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SLC activist speaks out after tense arrest streamed live on Facebook

Posted at 5:51 PM, Mar 05, 2021
and last updated 2021-03-05 22:36:30-05

SALT LAKE CITY — An Indigenous activist is speaking out after his arrest by Salt Lake City Police was streamed live on Facebook Thursday.

Carl Moore said he was trying to help those experiencing homelessness who were being forced to move, but police said he was trespassing on private property.

WATCH: Activist arrested while live-streaming SLC homeless encampment cleanup

Moore is a founding member of Peaceful Advocates for Native Dialogue and Organizing Support (PANDOS), as well as a co-founder of SLC Air Protectors.

On Friday afternoon, he walked up and down 300 West near 800 South, chanting and smudging to bless the murals with faces of those who have been killed by police, most of them in Utah. It's a space that many in the community hold sacred.

In that same space, people experiencing homelessness take shelter in tents.

Moore is passionate about caring for them.

READ: SLC man sets up homeless camp in his front yard

"I just want to elevate them and recognize them as human beings and as my relatives," he said. "Then I have a responsibility to take care of them as best I can."

With that in mind, Moore showed up to a lot near North Temple on Thursday, where the Salt Lake County Health Department was carrying out a planned abatement on a homeless encampment.

The encampment was located on private property, with "No Trespassing" signs posted.

WATCH: ‘Camp Last Hope’ being shut down; city offers resources, time for homeless to move

Moore documented the cleanup on Facebook Live.
"This is the issue," Moore said at one point during the hour-long video. "People don't have anywhere to go."

He had shown up with a couple of other people, bringing a truck and trailer to load people's belongings.

"My goal was to get as much of people's material belongings out as possible," he said.

His other goal, Moore said, was to document what was happening.

In the Facebook Live video, Moore and another woman approach the Salt Lake County Health Department. They ask about the cleanup. They're told group is on private property, and Moore is asked to leave.

Eventually, police are summoned over.

"Here they are. Here they are," Moore says. He counts 12 officers walking toward him.

One police officer tells Moore that he needs to go outside the yellow line because he is trespassing on private property and he needs to leave, or they'll place him under arrest.

"Anything else?" Moore asks. The officer replies, "No."

"Cool," Moore says. He begins to walk away.

Officers tell him to walk a different way, and that "we're not playing this game today."

"We're not playing a game?" Moore asks.

Moore walks, and officers follow him, engaging in a back-and-forth.

An officer pushes Moore along at one point. Moore sticks his arm out behind him, and another officer tries to grab it.

"Why are you f***ing pushing me like that?!" Moore asks. "F*** it. Don't f***ing push me like that!" He continues walking.

At that moment, an officer grabs Moore by the shoulders.

READ: Vaccinating nation’s homeless for COVID-19 presents unique set of challenges

"Watch this! Watch this! Watch this!" Moore calls out to the live stream. Two officers take him down, and the cell phone drops to the ground.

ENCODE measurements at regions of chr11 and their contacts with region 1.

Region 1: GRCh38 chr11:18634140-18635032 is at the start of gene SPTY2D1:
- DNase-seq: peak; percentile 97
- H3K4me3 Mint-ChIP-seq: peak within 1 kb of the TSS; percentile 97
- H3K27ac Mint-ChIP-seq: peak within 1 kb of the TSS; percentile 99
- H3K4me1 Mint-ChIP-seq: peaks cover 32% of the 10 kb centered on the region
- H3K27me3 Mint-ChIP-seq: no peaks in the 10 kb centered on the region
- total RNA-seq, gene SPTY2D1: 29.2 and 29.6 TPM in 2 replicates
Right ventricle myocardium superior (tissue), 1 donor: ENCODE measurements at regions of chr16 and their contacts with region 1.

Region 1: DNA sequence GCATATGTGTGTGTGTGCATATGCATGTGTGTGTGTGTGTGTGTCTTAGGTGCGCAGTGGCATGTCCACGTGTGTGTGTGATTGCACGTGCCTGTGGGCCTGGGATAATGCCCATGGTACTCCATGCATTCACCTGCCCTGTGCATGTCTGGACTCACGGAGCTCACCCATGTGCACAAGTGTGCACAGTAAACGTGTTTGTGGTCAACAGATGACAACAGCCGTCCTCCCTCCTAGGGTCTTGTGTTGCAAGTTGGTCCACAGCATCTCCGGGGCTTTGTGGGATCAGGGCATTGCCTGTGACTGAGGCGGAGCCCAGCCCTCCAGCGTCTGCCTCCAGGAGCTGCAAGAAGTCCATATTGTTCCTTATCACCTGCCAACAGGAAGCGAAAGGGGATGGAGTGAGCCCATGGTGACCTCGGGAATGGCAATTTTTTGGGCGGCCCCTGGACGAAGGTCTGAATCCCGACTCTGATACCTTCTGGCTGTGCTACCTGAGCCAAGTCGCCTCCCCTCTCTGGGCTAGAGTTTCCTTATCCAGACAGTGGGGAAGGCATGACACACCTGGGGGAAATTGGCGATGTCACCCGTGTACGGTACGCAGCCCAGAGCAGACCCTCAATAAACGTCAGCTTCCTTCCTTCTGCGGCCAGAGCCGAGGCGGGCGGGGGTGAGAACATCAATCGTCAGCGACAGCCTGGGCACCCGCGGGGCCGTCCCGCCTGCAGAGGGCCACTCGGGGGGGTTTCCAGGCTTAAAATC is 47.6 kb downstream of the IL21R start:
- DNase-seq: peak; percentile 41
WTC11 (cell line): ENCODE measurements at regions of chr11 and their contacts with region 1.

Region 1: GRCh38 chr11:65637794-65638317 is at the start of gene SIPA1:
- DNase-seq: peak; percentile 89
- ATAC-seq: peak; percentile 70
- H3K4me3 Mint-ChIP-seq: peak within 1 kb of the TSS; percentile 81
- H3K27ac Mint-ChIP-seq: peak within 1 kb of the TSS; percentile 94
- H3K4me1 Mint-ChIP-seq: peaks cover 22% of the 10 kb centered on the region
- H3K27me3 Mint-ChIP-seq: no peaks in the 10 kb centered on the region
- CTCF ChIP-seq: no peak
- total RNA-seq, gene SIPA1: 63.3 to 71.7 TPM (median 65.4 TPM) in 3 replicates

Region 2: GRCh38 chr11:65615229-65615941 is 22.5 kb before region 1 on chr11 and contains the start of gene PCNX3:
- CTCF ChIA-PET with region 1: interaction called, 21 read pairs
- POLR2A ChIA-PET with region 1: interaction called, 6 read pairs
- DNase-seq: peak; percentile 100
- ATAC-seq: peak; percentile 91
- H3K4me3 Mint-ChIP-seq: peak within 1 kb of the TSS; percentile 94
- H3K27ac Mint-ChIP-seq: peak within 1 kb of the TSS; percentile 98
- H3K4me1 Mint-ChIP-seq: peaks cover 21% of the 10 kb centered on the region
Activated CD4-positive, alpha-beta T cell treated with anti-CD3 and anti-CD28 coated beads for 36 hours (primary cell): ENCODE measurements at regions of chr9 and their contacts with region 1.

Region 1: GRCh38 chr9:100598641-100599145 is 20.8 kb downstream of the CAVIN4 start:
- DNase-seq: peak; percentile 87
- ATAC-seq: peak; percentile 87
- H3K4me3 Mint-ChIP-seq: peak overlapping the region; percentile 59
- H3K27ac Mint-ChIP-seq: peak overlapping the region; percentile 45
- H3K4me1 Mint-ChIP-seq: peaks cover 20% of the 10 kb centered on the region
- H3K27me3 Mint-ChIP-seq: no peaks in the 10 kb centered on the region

Moore said he was just about to reach his truck when this happened.

"They threw me down," he said. "Before they said I was arrested, before they threw me down -- they tried to grab me. I was walking to my truck."

Salt Lake City Police Detective Michael Ruff said officers were at the cleanup to assist the Salt Lake County Health Department, and that officers were directed by the health department to an individual who was interfering with the ability to do the cleanup.

Officers were asked to intervene, he said.

"They asked this individual to leave several times. [The individual] continued to stay on the property, or walk around property -- didn't just leave," Det. Ruff said. "And so ultimately, officers just made that decision."

As far as the force used to arrest Moore, Ruff couldn't speak to this specific situation but said if officers feel it gets to a point where they need to take action such as an arrest, they will do that.

"The officers on scene obviously have to make the judgment calls, and with information that they have," he said.

Because officers used force to take Moore into custody, Det. Ruff said the arrest will be reviewed by a sergeant and a lieutenant, as part of their use-of-force protocol.

He said the Civilian Review Board has the option review the use-of-force as well.

Moore was arrested and booked into jail on charges of Criminal Trespass, Interfering with a Public Servant, Interfering with an Arresting Officer, and Assault Against a Police Officer.

One day later, Moore was back out in the community, doing the work he's passionate about. He said those who were forced to move during the abatement Thursday relocated elsewhere.

He was able to return many of their belongings to them.

To him, the arrest only exemplifies his message -- especially for those experiencing homelessness.

"I want people to focus on the way that the police, the Salt Lake City Police Department and the county health department, treat human beings," he said. "We've put titles on all sorts of people. We use titles so that we can conceptualize them in different ways. But they're human beings at the core."